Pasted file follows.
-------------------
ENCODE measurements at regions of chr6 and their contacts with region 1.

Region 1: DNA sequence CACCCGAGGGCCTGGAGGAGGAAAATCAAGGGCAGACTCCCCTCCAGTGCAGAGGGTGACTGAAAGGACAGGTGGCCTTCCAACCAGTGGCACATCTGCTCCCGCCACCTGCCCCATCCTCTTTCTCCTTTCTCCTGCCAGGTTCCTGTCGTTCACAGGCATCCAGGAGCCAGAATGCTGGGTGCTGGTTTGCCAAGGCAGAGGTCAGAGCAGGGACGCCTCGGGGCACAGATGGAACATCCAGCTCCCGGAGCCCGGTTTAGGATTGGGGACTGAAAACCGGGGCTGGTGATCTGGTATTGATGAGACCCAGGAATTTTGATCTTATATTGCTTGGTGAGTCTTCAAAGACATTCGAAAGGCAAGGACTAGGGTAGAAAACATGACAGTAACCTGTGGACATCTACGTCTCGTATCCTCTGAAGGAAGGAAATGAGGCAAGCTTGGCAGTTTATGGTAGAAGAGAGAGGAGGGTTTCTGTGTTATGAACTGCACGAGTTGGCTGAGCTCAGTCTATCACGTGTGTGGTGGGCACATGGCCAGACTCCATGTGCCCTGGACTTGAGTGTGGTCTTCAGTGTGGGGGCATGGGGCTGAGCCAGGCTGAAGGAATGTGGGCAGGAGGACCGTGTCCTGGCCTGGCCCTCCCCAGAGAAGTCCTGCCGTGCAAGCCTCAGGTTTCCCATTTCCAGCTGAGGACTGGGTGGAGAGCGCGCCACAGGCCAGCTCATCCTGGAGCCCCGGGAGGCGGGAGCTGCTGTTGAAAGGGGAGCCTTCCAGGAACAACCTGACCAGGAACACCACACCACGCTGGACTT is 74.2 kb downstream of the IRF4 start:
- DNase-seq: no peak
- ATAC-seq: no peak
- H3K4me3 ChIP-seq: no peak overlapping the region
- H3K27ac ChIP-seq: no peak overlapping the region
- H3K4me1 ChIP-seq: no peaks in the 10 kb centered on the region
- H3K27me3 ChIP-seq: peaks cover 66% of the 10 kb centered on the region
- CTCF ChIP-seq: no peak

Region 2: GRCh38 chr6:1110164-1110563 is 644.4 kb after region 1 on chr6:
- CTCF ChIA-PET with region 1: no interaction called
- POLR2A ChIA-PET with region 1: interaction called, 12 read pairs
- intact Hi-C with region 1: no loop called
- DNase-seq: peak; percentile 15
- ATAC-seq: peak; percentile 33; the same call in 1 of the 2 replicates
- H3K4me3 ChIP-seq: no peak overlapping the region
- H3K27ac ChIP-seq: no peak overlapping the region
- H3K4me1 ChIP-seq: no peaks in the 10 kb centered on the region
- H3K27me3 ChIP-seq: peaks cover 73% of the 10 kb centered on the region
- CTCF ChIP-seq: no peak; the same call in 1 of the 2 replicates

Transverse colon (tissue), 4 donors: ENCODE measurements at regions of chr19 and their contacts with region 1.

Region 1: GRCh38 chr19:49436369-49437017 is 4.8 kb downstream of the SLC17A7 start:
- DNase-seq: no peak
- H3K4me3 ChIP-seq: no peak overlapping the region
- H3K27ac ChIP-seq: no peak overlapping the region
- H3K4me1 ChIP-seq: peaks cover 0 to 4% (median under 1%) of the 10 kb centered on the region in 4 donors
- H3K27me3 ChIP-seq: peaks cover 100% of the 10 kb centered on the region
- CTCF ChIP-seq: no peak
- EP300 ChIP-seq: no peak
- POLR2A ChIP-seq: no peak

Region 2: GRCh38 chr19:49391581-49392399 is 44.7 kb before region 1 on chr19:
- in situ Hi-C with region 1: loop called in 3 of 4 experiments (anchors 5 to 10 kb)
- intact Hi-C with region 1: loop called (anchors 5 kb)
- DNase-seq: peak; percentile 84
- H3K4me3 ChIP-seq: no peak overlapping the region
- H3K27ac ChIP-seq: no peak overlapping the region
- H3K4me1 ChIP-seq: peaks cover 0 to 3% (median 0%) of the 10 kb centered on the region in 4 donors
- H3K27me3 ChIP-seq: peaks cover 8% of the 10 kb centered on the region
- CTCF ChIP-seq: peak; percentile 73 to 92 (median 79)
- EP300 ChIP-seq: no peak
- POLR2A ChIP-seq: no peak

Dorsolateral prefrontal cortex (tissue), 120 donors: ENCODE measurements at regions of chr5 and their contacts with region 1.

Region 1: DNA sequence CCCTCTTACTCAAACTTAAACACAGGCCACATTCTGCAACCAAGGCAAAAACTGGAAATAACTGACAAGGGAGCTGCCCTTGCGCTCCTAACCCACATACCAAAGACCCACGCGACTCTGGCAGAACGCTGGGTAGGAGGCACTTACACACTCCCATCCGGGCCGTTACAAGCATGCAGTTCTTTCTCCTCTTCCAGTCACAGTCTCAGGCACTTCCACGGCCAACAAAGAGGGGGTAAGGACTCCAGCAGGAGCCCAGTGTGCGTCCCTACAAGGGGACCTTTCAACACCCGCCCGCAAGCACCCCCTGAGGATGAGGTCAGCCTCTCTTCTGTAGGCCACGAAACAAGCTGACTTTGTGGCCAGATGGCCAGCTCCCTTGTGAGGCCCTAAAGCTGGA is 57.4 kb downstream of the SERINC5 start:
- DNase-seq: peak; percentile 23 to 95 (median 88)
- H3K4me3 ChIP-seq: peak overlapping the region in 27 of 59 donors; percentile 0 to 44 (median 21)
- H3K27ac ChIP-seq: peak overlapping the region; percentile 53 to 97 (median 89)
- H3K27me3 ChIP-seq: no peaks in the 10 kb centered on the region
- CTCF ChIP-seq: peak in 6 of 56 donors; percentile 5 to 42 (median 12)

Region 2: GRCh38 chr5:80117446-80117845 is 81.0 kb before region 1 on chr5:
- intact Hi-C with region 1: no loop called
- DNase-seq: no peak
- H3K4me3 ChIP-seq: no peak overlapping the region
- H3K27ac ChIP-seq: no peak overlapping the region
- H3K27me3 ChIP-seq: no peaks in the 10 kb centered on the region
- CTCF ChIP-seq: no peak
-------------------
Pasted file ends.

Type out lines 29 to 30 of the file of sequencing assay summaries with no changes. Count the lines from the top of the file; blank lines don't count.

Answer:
- EP300 ChIP-seq: no peak
- POLR2A ChIP-seq: no peak